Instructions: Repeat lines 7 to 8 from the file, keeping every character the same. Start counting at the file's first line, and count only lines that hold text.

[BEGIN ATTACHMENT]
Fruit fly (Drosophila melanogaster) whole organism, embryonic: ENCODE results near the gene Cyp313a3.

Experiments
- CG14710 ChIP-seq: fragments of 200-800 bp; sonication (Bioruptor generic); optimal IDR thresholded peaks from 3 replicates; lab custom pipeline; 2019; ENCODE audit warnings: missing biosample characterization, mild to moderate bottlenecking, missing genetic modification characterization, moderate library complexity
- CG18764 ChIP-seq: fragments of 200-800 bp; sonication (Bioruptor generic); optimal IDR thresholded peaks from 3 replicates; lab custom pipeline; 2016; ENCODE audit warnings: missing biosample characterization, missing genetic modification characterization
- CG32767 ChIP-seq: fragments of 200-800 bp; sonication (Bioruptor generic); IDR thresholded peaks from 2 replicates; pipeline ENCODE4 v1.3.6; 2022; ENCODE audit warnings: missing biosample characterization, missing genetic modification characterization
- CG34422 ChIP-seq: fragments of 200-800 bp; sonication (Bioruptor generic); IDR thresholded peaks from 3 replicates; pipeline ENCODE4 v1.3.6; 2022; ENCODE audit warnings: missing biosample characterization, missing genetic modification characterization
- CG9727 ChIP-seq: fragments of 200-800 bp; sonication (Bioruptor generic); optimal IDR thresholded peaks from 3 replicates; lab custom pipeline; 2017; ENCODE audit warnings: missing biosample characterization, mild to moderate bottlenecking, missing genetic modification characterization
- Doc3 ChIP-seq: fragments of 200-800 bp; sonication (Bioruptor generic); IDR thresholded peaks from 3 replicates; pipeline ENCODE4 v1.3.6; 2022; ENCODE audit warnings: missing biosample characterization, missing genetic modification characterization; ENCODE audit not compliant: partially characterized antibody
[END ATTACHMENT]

- CG9727 ChIP-seq: fragments of 200-800 bp; sonication (Bioruptor generic); optimal IDR thresholded peaks from 3 replicates; lab custom pipeline; 2017; ENCODE audit warnings: missing biosample characterization, mild to moderate bottlenecking, missing genetic modification characterization
- Doc3 ChIP-seq: fragments of 200-800 bp; sonication (Bioruptor generic); IDR thresholded peaks from 3 replicates; pipeline ENCODE4 v1.3.6; 2022; ENCODE audit warnings: missing biosample characterization, missing genetic modification characterization; ENCODE audit not compliant: partially characterized antibody